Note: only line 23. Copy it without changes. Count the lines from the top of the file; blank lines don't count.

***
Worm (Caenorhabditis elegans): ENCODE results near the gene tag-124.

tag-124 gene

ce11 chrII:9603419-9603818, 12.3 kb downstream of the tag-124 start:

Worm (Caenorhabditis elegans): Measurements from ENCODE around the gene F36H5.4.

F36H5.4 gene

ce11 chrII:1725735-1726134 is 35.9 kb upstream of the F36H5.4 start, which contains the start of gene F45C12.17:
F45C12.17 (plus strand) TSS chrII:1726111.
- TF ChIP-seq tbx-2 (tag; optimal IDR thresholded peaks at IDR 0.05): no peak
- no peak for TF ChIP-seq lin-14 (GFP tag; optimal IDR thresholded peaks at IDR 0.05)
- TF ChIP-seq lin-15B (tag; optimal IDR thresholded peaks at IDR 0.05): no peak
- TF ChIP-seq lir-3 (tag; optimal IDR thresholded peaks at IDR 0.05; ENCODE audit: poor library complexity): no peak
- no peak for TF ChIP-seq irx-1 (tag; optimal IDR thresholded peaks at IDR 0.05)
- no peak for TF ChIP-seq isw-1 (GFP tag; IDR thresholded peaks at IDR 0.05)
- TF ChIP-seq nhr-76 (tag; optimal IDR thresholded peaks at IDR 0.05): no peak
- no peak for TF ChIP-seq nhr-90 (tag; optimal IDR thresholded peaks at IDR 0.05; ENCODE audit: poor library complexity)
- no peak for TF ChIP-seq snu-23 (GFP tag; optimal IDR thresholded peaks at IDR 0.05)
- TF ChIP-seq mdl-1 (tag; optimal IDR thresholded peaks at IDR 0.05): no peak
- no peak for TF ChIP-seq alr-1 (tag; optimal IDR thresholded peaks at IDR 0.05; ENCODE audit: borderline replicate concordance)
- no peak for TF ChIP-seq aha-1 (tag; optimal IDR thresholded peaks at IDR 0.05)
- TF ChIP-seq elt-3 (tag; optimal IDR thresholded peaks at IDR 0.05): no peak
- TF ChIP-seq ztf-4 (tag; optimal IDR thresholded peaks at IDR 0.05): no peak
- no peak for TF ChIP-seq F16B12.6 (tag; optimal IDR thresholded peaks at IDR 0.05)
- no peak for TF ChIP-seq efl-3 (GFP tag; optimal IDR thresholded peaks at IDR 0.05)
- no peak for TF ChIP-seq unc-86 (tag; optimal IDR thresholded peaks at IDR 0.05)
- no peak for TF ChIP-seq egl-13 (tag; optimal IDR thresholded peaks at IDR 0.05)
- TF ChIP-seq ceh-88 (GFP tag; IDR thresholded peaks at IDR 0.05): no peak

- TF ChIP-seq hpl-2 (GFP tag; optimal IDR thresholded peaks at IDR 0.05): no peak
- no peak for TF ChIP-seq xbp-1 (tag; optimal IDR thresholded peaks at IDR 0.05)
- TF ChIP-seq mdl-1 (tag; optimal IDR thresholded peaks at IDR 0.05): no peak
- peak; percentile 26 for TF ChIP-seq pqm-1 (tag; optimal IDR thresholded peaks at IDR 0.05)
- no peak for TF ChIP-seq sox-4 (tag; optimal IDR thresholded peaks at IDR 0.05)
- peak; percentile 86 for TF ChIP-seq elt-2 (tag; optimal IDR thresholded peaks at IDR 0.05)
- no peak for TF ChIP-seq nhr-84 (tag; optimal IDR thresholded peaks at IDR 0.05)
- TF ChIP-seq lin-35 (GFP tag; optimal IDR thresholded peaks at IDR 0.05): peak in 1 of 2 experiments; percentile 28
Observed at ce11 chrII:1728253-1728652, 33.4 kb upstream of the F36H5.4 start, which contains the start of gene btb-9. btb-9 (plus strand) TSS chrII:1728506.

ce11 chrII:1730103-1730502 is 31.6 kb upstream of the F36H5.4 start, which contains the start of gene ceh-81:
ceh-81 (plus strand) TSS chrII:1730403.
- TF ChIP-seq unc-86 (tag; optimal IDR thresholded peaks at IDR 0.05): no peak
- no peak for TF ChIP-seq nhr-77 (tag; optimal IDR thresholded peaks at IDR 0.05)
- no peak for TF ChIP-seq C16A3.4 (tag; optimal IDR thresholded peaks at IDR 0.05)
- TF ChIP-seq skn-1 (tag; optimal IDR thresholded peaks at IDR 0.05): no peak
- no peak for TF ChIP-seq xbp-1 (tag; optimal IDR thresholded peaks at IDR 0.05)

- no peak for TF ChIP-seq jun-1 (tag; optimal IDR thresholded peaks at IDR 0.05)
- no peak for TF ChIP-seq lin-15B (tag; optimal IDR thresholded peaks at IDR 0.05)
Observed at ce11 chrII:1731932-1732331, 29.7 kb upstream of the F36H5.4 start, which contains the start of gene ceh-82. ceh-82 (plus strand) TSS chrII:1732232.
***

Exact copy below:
- no peak for TF ChIP-seq efl-3 (GFP tag; optimal IDR thresholded peaks at IDR 0.05)